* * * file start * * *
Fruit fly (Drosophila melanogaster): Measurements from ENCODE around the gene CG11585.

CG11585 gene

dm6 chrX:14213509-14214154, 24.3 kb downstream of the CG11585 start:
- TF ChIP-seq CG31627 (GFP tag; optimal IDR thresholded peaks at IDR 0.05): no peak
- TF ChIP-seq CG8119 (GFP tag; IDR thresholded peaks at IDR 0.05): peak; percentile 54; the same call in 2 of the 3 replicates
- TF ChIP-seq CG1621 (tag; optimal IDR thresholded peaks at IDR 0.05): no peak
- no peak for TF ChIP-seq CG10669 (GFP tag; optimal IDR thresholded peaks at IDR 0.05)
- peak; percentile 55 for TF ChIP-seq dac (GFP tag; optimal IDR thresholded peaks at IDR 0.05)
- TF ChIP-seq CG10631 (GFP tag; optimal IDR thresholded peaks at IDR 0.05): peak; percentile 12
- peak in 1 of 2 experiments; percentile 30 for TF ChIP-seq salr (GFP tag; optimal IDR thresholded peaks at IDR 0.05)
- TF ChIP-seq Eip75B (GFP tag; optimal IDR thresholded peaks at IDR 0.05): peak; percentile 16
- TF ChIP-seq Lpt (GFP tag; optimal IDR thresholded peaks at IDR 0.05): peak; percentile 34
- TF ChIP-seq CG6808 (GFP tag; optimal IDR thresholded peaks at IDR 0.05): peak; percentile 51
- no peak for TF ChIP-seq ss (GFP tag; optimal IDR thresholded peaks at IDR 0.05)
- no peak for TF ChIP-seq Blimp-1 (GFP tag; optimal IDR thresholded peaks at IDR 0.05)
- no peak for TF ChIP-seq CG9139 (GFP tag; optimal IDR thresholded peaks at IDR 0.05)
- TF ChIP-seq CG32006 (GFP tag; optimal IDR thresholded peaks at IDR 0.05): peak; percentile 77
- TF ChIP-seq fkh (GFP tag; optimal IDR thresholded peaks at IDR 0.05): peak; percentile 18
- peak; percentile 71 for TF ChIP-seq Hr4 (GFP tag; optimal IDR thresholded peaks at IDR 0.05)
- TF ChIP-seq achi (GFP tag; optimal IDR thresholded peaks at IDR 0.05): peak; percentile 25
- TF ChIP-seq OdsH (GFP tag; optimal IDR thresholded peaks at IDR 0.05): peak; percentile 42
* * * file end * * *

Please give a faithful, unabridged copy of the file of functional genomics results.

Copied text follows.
Fruit fly (Drosophila melanogaster): Measurements from ENCODE around the gene CG11585.

CG11585 gene

dm6 chrX:14213509-14214154, 24.3 kb downstream of the CG11585 start:
- TF ChIP-seq CG31627 (GFP tag; optimal IDR thresholded peaks at IDR 0.05): no peak
- TF ChIP-seq CG8119 (GFP tag; IDR thresholded peaks at IDR 0.05): peak; percentile 54; the same call in 2 of the 3 replicates
- TF ChIP-seq CG1621 (tag; optimal IDR thresholded peaks at IDR 0.05): no peak
- no peak for TF ChIP-seq CG10669 (GFP tag; optimal IDR thresholded peaks at IDR 0.05)
- peak; percentile 55 for TF ChIP-seq dac (GFP tag; optimal IDR thresholded peaks at IDR 0.05)
- TF ChIP-seq CG10631 (GFP tag; optimal IDR thresholded peaks at IDR 0.05): peak; percentile 12
- peak in 1 of 2 experiments; percentile 30 for TF ChIP-seq salr (GFP tag; optimal IDR thresholded peaks at IDR 0.05)
- TF ChIP-seq Eip75B (GFP tag; optimal IDR thresholded peaks at IDR 0.05): peak; percentile 16
- TF ChIP-seq Lpt (GFP tag; optimal IDR thresholded peaks at IDR 0.05): peak; percentile 34
- TF ChIP-seq CG6808 (GFP tag; optimal IDR thresholded peaks at IDR 0.05): peak; percentile 51
- no peak for TF ChIP-seq ss (GFP tag; optimal IDR thresholded peaks at IDR 0.05)
- no peak for TF ChIP-seq Blimp-1 (GFP tag; optimal IDR thresholded peaks at IDR 0.05)
- no peak for TF ChIP-seq CG9139 (GFP tag; optimal IDR thresholded peaks at IDR 0.05)
- TF ChIP-seq CG32006 (GFP tag; optimal IDR thresholded peaks at IDR 0.05): peak; percentile 77
- TF ChIP-seq fkh (GFP tag; optimal IDR thresholded peaks at IDR 0.05): peak; percentile 18
- peak; percentile 71 for TF ChIP-seq Hr4 (GFP tag; optimal IDR thresholded peaks at IDR 0.05)
- TF ChIP-seq achi (GFP tag; optimal IDR thresholded peaks at IDR 0.05): peak; percentile 25
- TF ChIP-seq OdsH (GFP tag; optimal IDR thresholded peaks at IDR 0.05): peak; percentile 42